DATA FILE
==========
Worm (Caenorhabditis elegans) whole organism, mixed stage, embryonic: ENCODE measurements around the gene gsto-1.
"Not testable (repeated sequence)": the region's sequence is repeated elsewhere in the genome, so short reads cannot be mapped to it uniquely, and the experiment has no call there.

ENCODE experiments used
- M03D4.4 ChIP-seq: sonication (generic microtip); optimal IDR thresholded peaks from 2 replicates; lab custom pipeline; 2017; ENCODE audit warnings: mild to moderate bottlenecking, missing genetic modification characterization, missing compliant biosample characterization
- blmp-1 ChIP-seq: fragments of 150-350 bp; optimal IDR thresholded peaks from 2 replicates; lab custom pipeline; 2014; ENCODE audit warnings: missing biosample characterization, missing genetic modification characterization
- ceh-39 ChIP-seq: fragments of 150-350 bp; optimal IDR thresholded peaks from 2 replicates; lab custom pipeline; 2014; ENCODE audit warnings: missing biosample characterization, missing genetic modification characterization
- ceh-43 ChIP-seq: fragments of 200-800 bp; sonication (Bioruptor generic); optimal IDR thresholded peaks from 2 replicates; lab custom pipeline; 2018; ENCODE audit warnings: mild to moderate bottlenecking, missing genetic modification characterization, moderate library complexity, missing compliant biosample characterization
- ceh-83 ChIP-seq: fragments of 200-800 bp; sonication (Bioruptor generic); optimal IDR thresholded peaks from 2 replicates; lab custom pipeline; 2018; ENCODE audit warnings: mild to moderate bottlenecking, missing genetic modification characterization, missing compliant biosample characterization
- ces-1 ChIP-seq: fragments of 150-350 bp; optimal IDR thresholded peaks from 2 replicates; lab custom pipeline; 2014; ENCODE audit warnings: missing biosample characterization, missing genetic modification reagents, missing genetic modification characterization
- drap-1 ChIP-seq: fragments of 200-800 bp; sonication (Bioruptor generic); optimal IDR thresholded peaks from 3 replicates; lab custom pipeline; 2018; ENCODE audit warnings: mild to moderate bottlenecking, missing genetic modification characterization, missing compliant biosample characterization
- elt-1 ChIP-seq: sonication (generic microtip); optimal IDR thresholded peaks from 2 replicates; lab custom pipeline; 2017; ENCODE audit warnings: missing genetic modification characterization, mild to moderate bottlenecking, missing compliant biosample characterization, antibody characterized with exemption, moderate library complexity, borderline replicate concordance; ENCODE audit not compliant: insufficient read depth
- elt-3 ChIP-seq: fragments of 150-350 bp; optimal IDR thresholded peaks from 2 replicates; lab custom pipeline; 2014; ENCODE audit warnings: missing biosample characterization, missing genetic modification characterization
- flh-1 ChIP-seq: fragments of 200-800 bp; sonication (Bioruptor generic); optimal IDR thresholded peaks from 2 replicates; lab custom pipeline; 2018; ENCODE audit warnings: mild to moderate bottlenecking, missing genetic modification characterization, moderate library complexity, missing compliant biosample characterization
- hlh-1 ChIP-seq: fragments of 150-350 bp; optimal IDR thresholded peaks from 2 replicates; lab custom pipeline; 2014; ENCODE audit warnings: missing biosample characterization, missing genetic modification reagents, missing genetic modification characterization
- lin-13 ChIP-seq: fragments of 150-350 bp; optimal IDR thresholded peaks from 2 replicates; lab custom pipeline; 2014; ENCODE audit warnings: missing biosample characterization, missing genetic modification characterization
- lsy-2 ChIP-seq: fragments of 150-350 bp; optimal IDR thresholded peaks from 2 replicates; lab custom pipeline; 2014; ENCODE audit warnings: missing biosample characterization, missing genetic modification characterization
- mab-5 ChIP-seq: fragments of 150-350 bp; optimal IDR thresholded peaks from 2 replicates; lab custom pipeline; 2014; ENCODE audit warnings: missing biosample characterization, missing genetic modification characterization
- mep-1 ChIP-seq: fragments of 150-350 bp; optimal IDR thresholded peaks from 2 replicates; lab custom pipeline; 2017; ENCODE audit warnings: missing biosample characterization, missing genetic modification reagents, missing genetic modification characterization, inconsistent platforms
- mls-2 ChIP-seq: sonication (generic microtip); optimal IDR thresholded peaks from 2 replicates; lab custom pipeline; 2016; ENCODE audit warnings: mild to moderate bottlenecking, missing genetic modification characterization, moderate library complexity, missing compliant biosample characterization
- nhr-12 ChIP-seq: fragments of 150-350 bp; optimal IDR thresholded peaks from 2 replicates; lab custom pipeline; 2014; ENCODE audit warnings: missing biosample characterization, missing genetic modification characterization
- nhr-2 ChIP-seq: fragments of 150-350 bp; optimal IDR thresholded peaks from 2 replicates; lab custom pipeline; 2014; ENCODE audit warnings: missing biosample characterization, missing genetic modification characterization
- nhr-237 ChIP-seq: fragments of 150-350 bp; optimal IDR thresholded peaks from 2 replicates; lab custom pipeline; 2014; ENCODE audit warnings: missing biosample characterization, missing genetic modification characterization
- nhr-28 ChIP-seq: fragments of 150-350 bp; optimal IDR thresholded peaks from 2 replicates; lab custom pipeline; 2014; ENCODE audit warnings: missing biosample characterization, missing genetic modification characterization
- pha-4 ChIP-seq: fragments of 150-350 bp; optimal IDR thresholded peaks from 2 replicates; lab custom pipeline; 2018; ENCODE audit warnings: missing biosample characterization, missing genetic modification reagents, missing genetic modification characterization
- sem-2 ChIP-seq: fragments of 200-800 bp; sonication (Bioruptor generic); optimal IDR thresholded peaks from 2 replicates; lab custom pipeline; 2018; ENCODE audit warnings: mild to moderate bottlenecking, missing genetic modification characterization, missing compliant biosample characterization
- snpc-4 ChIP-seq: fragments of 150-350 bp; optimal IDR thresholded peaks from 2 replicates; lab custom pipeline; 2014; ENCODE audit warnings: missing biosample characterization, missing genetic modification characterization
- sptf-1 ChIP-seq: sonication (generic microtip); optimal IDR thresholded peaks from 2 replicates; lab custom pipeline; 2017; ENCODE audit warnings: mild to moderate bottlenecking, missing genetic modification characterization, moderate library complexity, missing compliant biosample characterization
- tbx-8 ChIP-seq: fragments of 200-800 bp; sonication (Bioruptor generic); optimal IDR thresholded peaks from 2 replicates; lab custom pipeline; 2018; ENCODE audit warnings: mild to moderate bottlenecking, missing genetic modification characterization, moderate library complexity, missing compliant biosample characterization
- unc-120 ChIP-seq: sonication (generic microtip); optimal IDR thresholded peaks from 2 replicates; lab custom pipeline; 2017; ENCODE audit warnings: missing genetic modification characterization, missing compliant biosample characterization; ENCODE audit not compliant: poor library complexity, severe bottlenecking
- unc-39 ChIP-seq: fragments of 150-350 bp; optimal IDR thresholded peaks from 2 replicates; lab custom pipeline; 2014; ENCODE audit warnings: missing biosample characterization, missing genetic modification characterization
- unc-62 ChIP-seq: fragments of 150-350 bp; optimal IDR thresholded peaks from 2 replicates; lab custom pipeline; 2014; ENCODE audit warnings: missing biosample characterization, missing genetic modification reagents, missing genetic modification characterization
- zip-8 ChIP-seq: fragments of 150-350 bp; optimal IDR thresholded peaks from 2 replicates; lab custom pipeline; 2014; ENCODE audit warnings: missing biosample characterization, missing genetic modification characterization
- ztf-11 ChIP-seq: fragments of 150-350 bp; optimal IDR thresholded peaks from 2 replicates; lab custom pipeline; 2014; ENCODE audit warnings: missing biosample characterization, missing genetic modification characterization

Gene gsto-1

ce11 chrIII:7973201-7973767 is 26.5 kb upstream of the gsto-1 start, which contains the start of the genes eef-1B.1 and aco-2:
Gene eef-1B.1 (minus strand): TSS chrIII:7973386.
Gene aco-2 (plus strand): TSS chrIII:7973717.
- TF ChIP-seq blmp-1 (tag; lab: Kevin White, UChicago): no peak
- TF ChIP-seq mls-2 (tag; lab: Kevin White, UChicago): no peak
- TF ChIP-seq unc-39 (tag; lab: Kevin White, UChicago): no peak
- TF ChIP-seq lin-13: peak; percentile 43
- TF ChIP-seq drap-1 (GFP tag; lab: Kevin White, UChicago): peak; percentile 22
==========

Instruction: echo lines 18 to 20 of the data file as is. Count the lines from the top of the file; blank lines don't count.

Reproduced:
- mep-1 ChIP-seq: fragments of 150-350 bp; optimal IDR thresholded peaks from 2 replicates; lab custom pipeline; 2017; ENCODE audit warnings: missing biosample characterization, missing genetic modification reagents, missing genetic modification characterization, inconsistent platforms
- mls-2 ChIP-seq: sonication (generic microtip); optimal IDR thresholded peaks from 2 replicates; lab custom pipeline; 2016; ENCODE audit warnings: mild to moderate bottlenecking, missing genetic modification characterization, moderate library complexity, missing compliant biosample characterization
- nhr-12 ChIP-seq: fragments of 150-350 bp; optimal IDR thresholded peaks from 2 replicates; lab custom pipeline; 2014; ENCODE audit warnings: missing biosample characterization, missing genetic modification characterization